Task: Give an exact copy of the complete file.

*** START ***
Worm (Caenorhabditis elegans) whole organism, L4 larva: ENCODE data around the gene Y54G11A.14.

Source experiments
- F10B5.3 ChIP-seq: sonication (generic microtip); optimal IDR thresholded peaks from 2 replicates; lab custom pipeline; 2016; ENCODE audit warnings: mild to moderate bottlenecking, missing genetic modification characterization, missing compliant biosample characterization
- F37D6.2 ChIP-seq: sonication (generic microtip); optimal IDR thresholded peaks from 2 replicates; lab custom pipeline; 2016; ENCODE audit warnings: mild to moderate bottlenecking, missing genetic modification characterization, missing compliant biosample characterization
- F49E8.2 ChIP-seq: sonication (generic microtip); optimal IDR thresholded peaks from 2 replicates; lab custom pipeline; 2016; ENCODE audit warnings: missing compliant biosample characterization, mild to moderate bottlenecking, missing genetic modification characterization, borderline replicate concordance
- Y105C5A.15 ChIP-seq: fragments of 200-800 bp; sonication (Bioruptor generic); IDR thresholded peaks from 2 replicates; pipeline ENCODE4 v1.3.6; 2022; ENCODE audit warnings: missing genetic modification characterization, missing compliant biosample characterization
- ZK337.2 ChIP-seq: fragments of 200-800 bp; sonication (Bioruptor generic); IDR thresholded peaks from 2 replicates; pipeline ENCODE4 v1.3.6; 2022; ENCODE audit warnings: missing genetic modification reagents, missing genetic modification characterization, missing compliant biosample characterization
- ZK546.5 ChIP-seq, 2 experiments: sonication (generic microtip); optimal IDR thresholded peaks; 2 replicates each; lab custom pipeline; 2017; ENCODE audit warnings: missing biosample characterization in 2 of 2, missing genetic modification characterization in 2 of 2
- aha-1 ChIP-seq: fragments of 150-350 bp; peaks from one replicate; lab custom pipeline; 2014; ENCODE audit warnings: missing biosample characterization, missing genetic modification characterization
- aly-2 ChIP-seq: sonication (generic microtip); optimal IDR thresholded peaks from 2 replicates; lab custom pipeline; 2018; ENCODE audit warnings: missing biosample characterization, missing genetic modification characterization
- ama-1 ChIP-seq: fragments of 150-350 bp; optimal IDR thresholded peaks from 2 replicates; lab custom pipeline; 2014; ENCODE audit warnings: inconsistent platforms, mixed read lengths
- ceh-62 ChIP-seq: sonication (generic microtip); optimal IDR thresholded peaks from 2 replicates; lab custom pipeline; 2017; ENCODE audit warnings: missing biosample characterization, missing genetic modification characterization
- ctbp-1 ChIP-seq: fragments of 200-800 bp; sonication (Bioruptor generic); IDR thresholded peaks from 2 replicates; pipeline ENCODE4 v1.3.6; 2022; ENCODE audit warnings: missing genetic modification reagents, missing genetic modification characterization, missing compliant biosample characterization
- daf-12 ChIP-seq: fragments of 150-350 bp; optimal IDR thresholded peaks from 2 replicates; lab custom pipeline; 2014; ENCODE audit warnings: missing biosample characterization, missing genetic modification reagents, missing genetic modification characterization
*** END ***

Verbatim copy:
Worm (Caenorhabditis elegans) whole organism, L4 larva: ENCODE data around the gene Y54G11A.14.

Source experiments
- F10B5.3 ChIP-seq: sonication (generic microtip); optimal IDR thresholded peaks from 2 replicates; lab custom pipeline; 2016; ENCODE audit warnings: mild to moderate bottlenecking, missing genetic modification characterization, missing compliant biosample characterization
- F37D6.2 ChIP-seq: sonication (generic microtip); optimal IDR thresholded peaks from 2 replicates; lab custom pipeline; 2016; ENCODE audit warnings: mild to moderate bottlenecking, missing genetic modification characterization, missing compliant biosample characterization
- F49E8.2 ChIP-seq: sonication (generic microtip); optimal IDR thresholded peaks from 2 replicates; lab custom pipeline; 2016; ENCODE audit warnings: missing compliant biosample characterization, mild to moderate bottlenecking, missing genetic modification characterization, borderline replicate concordance
- Y105C5A.15 ChIP-seq: fragments of 200-800 bp; sonication (Bioruptor generic); IDR thresholded peaks from 2 replicates; pipeline ENCODE4 v1.3.6; 2022; ENCODE audit warnings: missing genetic modification characterization, missing compliant biosample characterization
- ZK337.2 ChIP-seq: fragments of 200-800 bp; sonication (Bioruptor generic); IDR thresholded peaks from 2 replicates; pipeline ENCODE4 v1.3.6; 2022; ENCODE audit warnings: missing genetic modification reagents, missing genetic modification characterization, missing compliant biosample characterization
- ZK546.5 ChIP-seq, 2 experiments: sonication (generic microtip); optimal IDR thresholded peaks; 2 replicates each; lab custom pipeline; 2017; ENCODE audit warnings: missing biosample characterization in 2 of 2, missing genetic modification characterization in 2 of 2
- aha-1 ChIP-seq: fragments of 150-350 bp; peaks from one replicate; lab custom pipeline; 2014; ENCODE audit warnings: missing biosample characterization, missing genetic modification characterization
- aly-2 ChIP-seq: sonication (generic microtip); optimal IDR thresholded peaks from 2 replicates; lab custom pipeline; 2018; ENCODE audit warnings: missing biosample characterization, missing genetic modification characterization
- ama-1 ChIP-seq: fragments of 150-350 bp; optimal IDR thresholded peaks from 2 replicates; lab custom pipeline; 2014; ENCODE audit warnings: inconsistent platforms, mixed read lengths
- ceh-62 ChIP-seq: sonication (generic microtip); optimal IDR thresholded peaks from 2 replicates; lab custom pipeline; 2017; ENCODE audit warnings: missing biosample characterization, missing genetic modification characterization
- ctbp-1 ChIP-seq: fragments of 200-800 bp; sonication (Bioruptor generic); IDR thresholded peaks from 2 replicates; pipeline ENCODE4 v1.3.6; 2022; ENCODE audit warnings: missing genetic modification reagents, missing genetic modification characterization, missing compliant biosample characterization
- daf-12 ChIP-seq: fragments of 150-350 bp; optimal IDR thresholded peaks from 2 replicates; lab custom pipeline; 2014; ENCODE audit warnings: missing biosample characterization, missing genetic modification reagents, missing genetic modification characterization